The Prince and the Pauper is Mark Twain’s historical novel of mistaken identity. In it, Prince Edward and a filthy, destitute urchin who looks exactly like him inadvertently switch places. The majority of the book is spent following the boys, particularly Edward, as they attempt (or not) to regain their rightful places.
This book features numerous historical characters, and Twain researched them and the time period well. There is a great deal of social commentary here, as Twain has quite a lot to say about some of the more ruthless laws that England has had. He also delivers a rather ironic commentary on the social classes of the day.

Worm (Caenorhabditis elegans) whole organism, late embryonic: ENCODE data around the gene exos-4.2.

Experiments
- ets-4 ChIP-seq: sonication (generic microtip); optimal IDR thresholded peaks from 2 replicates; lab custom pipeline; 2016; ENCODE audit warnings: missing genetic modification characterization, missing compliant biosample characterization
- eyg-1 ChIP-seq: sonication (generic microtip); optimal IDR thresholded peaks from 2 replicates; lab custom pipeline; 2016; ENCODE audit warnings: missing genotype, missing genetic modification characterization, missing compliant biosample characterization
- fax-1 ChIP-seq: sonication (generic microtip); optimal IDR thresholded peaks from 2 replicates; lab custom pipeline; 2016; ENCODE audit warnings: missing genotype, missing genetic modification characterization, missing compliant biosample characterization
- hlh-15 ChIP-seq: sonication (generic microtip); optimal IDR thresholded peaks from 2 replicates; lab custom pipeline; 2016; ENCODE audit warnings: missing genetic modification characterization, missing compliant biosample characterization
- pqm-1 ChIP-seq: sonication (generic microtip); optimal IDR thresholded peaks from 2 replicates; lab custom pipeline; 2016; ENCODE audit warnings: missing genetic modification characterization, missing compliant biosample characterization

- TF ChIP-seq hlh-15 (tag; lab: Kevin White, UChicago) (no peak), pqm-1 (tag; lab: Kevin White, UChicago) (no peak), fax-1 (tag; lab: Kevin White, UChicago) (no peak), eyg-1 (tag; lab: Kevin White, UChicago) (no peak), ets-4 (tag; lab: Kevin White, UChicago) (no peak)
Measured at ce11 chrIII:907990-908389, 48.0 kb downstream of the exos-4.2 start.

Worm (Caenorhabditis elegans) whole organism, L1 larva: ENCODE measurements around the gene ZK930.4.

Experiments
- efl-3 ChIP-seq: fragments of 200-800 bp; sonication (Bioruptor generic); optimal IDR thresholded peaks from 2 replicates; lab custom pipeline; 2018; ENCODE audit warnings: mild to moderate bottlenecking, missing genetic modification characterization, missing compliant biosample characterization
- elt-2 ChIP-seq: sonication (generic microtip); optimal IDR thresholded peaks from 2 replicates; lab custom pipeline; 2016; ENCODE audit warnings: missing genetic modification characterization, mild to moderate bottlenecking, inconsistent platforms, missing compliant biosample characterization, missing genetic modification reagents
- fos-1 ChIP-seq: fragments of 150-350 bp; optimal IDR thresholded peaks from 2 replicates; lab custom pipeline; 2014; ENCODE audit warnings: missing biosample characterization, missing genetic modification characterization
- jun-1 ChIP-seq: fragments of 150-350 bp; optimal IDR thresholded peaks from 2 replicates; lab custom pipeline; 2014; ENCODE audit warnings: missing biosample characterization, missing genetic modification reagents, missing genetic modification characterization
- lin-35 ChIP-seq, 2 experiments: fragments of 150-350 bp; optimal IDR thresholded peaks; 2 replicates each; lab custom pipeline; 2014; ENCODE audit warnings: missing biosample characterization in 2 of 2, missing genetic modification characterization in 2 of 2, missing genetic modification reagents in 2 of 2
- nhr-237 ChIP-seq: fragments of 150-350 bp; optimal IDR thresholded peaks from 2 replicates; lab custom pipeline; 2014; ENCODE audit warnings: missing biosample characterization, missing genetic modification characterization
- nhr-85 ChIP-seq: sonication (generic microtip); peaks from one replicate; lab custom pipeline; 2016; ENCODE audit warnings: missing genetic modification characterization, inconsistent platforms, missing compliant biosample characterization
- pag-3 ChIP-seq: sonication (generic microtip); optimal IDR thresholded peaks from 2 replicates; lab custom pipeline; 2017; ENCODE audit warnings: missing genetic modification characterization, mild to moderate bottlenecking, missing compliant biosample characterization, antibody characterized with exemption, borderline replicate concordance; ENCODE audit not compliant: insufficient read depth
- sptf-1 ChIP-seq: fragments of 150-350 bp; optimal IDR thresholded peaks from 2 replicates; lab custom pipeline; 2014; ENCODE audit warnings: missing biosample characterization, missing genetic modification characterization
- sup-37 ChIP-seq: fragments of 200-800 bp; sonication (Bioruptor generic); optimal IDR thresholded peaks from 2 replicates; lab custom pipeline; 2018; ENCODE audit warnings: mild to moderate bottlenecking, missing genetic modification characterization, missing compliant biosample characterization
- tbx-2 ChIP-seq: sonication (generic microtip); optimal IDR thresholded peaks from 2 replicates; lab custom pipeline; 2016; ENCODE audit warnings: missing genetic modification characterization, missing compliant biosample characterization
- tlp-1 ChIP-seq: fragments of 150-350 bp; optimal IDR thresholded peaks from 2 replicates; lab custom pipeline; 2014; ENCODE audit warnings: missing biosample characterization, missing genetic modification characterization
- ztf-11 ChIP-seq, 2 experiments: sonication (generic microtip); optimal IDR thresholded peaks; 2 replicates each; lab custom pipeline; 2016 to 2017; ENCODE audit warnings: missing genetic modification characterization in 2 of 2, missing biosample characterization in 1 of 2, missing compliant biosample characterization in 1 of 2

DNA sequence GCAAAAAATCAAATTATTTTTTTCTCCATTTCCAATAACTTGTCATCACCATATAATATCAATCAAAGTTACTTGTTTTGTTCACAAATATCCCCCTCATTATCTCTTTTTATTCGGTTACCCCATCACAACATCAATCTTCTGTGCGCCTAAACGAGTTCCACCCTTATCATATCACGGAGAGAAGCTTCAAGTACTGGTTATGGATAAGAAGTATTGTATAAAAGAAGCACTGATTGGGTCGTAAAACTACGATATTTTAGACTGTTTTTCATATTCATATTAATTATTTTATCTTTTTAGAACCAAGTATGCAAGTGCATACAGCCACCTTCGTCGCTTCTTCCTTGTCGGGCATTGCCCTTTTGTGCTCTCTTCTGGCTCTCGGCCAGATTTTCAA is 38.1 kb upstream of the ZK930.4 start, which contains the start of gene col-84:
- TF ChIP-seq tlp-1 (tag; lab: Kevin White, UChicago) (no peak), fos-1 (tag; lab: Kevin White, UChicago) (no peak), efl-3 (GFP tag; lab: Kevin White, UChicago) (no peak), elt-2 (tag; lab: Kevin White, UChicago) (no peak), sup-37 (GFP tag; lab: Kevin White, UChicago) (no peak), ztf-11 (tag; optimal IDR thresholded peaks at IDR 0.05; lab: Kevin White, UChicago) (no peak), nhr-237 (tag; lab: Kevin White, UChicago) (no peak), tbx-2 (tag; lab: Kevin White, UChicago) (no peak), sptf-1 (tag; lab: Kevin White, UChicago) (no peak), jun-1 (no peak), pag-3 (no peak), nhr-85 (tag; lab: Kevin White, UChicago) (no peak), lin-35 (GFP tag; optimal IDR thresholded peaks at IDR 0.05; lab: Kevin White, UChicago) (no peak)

The Prince and the Pauper is entertaining, although it suffers from slow pacing. There’s entirely too much time spent with people carrying on about how each imposter has gone mad, and how he must be humored, and how this will put him to rights again. It grows tiresome, as does Edward’s continual attempts to assert his kingly rights while dressed in rags. His learning curve is a straight line.
All in all, The Prince and the Pauper is an entertaining enough book, and certainly it inspired innumerable inferior derivatives like few works have, but it doesn’t quite measure up to Twain’s later work of historical fiction, A Connecticut Yankee in King Arthur’s Court.